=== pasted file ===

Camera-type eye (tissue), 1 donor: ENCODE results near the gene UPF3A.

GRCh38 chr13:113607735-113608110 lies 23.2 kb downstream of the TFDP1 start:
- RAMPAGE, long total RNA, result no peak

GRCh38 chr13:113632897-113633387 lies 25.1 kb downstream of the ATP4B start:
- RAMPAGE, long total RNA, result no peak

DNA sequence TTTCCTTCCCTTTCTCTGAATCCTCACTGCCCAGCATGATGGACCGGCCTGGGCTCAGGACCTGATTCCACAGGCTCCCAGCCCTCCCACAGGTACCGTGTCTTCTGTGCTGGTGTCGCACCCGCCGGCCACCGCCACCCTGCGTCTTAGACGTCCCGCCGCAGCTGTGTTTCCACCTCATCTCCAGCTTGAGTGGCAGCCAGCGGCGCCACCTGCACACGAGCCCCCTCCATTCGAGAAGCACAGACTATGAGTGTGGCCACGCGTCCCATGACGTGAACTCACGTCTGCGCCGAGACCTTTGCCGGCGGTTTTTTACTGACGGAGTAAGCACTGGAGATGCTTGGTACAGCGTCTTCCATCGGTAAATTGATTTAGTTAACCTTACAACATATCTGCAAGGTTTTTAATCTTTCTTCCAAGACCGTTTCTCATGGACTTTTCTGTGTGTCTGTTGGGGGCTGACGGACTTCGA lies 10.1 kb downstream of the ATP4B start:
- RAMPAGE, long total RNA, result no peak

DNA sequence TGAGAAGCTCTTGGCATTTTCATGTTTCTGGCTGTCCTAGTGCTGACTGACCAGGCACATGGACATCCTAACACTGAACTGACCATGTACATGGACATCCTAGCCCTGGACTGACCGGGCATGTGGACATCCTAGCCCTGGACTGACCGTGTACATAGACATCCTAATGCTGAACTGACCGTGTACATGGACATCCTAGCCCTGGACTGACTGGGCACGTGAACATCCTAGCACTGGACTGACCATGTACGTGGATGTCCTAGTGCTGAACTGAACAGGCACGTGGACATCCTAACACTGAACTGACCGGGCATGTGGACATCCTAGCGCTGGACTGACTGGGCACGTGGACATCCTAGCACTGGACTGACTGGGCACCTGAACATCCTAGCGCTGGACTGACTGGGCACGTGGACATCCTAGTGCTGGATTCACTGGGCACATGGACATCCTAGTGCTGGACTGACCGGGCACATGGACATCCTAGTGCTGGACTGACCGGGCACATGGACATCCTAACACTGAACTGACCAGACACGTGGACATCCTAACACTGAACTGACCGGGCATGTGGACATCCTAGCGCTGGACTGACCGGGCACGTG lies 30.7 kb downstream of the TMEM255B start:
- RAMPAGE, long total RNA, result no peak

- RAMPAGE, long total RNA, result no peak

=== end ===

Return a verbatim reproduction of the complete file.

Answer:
Camera-type eye (tissue), 1 donor: ENCODE results near the gene UPF3A.

GRCh38 chr13:113607735-113608110 lies 23.2 kb downstream of the TFDP1 start:
- RAMPAGE, long total RNA, result no peak

GRCh38 chr13:113632897-113633387 lies 25.1 kb downstream of the ATP4B start:
- RAMPAGE, long total RNA, result no peak

DNA sequence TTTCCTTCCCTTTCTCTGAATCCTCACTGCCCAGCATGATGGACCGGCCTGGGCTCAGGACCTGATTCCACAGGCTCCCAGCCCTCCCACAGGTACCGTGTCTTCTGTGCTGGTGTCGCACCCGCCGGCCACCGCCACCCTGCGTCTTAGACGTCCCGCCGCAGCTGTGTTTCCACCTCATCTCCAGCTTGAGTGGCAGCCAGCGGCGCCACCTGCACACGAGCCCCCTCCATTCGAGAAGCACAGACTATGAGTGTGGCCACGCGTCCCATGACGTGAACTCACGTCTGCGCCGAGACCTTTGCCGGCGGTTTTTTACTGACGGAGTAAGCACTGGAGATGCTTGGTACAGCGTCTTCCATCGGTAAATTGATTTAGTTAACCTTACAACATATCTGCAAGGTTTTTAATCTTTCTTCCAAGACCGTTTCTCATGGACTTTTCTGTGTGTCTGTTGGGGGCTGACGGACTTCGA lies 10.1 kb downstream of the ATP4B start:
- RAMPAGE, long total RNA, result no peak

DNA sequence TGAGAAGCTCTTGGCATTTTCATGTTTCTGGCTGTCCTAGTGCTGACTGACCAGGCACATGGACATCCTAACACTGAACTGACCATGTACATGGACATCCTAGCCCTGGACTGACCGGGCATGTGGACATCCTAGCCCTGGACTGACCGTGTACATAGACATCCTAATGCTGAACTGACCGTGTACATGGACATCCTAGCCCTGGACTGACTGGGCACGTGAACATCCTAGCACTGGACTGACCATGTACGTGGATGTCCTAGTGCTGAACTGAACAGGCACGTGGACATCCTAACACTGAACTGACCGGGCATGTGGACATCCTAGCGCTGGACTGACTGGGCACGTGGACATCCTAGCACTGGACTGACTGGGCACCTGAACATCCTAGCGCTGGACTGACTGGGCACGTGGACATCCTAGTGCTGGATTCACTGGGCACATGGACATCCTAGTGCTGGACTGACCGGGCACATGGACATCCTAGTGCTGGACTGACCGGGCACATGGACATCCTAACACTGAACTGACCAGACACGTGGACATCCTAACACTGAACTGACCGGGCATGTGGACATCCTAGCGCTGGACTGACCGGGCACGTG lies 30.7 kb downstream of the TMEM255B start:
- RAMPAGE, long total RNA, result no peak

- RAMPAGE, long total RNA, result no peak